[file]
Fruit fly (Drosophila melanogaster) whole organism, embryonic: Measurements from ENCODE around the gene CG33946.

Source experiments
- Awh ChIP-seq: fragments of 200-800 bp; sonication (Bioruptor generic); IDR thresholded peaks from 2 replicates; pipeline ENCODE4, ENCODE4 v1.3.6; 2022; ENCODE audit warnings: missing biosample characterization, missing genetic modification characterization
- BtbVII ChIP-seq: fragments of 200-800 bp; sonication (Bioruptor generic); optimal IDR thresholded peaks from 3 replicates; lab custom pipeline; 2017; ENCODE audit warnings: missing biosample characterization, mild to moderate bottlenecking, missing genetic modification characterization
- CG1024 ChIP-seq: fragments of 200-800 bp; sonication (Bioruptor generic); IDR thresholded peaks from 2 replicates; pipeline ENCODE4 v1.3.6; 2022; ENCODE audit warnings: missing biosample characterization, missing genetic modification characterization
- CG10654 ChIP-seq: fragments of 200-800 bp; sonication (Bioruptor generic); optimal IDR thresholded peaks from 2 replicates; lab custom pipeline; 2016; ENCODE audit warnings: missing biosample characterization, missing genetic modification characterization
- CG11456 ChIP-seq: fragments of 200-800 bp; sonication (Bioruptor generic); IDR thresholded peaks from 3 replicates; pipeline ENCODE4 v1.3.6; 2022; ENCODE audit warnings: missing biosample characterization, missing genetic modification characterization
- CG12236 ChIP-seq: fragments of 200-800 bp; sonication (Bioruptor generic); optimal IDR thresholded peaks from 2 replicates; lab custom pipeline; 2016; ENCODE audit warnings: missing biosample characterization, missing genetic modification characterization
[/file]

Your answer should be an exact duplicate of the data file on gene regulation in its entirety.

Fruit fly (Drosophila melanogaster) whole organism, embryonic: Measurements from ENCODE around the gene CG33946.

Source experiments
- Awh ChIP-seq: fragments of 200-800 bp; sonication (Bioruptor generic); IDR thresholded peaks from 2 replicates; pipeline ENCODE4, ENCODE4 v1.3.6; 2022; ENCODE audit warnings: missing biosample characterization, missing genetic modification characterization
- BtbVII ChIP-seq: fragments of 200-800 bp; sonication (Bioruptor generic); optimal IDR thresholded peaks from 3 replicates; lab custom pipeline; 2017; ENCODE audit warnings: missing biosample characterization, mild to moderate bottlenecking, missing genetic modification characterization
- CG1024 ChIP-seq: fragments of 200-800 bp; sonication (Bioruptor generic); IDR thresholded peaks from 2 replicates; pipeline ENCODE4 v1.3.6; 2022; ENCODE audit warnings: missing biosample characterization, missing genetic modification characterization
- CG10654 ChIP-seq: fragments of 200-800 bp; sonication (Bioruptor generic); optimal IDR thresholded peaks from 2 replicates; lab custom pipeline; 2016; ENCODE audit warnings: missing biosample characterization, missing genetic modification characterization
- CG11456 ChIP-seq: fragments of 200-800 bp; sonication (Bioruptor generic); IDR thresholded peaks from 3 replicates; pipeline ENCODE4 v1.3.6; 2022; ENCODE audit warnings: missing biosample characterization, missing genetic modification characterization
- CG12236 ChIP-seq: fragments of 200-800 bp; sonication (Bioruptor generic); optimal IDR thresholded peaks from 2 replicates; lab custom pipeline; 2016; ENCODE audit warnings: missing biosample characterization, missing genetic modification characterization